But let’s start with explanation of the changes I did on the library published by tim0s. First of all we have both signals – input and output on the same pin. This means we cannot configure it as output and then as input, as was done in original library. To help me explain what will be happening instead of that, let me show you one schematics from Microchip’s datasheet.
In the upper left corner of this schematics, there is a pull-up resistor. We are not using it, but we do something similar externally, as can be seen on the hardware schematics above. The result of this configuration is that data pin will always be a digital 1, whenever not connected to any other source of current. And what other source of current do we have here? The one that can be switched on or off by WDx bit on the schematics. WDx is direction of a pin. In can be either input (0) or output (1). In case, where this is input, the situation is quite simple, as we have only pull-up connected. For output, we connect the whole system with WPx on the end, so now the final state depends on the value, written into port register. We want it to be low in such case, as we have 1 “by default”. This not quite obvious system allows us to set output state of the pin with direction bit, instead of a bit in port register. Now the truth table is as follows:
Not exactly intuitive, but works. Now the input part.
This turned out to be a bit tricky, too. During the timeframe, when we are reading bits from EEPROM, we have to make sure that we are not set to zero at the same time, means that direction bit is set to 0 – input. So, what is tricky here? It turned out that MicrowireEEPROM library always does both write and read of a bit at the same time. This seems to be superfluous to me, as we can’t have an input and output bit transmitted at the same time. This sounds like an implementation of SPI. So, author decided to transmit zeros while reading data from memory chip. Bad idea for our case. This caused only zeros to be read, as attiny was pulling the line down. Changing it to always transmit 0xffff in such case, solved the problem.
That’s it from library point of view. You can view complete set of my patches on Github, if you are curious.
Finally, with library ready to go, we can start to prepare a program that will use it to read the complete dump of a chip. You can find complete Arduino sketch as a gist. I will try to explain it a bit here. First step is to initialize MicrowireEEPROM library class. For that we need to know few parameters: pins for DI/DO, CS and CLK, Width of data and address words and speed at which we would like to transmit.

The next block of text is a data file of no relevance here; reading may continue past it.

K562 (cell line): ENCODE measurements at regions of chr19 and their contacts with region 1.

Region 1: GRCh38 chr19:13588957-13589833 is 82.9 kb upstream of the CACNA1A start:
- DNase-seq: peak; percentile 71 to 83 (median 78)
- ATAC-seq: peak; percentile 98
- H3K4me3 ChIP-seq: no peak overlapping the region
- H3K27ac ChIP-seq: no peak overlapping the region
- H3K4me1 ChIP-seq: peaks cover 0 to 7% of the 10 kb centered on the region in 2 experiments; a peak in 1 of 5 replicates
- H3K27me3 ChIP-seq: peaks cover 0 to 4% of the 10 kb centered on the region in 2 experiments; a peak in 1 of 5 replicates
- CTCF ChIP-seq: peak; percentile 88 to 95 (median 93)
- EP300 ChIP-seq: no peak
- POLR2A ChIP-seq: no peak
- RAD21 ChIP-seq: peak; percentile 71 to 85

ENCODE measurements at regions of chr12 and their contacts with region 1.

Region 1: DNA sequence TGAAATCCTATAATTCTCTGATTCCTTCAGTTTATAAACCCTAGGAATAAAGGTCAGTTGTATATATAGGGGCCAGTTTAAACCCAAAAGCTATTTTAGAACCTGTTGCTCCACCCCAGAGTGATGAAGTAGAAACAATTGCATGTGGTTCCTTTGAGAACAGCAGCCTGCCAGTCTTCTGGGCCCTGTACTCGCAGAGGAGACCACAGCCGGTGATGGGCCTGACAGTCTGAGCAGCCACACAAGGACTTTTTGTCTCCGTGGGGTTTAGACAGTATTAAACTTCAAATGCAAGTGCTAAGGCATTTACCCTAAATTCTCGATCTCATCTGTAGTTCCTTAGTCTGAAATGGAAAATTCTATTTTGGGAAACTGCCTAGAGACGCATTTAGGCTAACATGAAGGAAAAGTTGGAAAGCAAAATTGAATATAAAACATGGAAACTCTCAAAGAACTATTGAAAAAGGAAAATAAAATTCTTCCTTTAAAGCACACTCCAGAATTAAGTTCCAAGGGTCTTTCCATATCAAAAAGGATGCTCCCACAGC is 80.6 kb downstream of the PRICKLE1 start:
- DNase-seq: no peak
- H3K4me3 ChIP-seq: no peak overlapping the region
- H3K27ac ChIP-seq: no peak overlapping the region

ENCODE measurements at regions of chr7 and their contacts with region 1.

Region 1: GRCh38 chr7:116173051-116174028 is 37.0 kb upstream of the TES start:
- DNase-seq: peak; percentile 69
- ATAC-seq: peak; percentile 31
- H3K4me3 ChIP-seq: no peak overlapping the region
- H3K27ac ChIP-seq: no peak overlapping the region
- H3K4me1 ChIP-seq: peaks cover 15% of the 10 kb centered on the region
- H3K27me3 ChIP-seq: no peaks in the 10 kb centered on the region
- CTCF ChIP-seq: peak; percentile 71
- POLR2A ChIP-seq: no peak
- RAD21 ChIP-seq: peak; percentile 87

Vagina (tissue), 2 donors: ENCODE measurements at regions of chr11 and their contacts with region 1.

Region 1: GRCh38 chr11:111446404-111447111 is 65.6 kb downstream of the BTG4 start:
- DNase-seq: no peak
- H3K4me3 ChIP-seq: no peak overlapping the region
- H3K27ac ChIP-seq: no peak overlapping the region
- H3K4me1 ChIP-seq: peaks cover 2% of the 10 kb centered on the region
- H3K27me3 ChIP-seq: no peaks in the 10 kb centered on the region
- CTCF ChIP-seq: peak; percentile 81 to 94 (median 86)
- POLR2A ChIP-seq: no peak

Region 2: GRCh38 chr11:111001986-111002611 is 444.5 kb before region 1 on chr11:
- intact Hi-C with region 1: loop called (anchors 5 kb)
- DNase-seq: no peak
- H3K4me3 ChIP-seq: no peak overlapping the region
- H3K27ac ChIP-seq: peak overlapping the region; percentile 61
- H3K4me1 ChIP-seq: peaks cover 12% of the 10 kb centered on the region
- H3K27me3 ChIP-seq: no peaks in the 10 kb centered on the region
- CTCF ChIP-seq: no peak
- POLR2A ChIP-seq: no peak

For the interface pins, it is quite easy. Pin numbering on Digispark is exactly the same as in Arduino, so all we have to do is to put right values. Data bus has width of 16 bits, unless you have ORG pin on your EEPROM and you connected it to ground. So, I assume, 16 is used. With address bits, it is a bit more complicated. If you know the chip manufacturer and have access to datasheet, you can check it there. Otherwise, you have to guess or sniff communications to check what number of bits memory user is transmitting. In my case this was 8, as I have 93C56 manufactured by ST. But I also have unidentified device that uses this protocol and have 9-bit address.
Last thing is clock speed. Or actually period of a clock signal. It is put in microseconds. I used 200 us, which is for clock of speed 5 kHz. This speed for sure has no problem with pull-up resistor and Digispark easily drives the pin at desired speed. I guess increasing the speed a bit (meaning decreasing the period) would also work and be slightly faster. But remember, that we read EEPROM of sizes lower than 1 KiB, so you probably do not care about the speed that much.
What I do next is to initialize USB serial device and wait for user input, so I would be able to read data with a program that connects to virtual serial port after it is registered in host system. Finally I read all the data sequentially and push them to serial port in hex format, so I can either handle them with script, or read with e.g. minicom.
And that’s it. We have working EEPROM dumping tool. For writing, we simply need to use write command. I already did this for testing and it works. Maybe the missing part is how to get the desired memory contents from USB. But this I leave as an exercise for those readers that need it.
Last but not least, below are some photos, I took while debugging my setup with oscilloscope. Could be useful in case of any problems with your setup.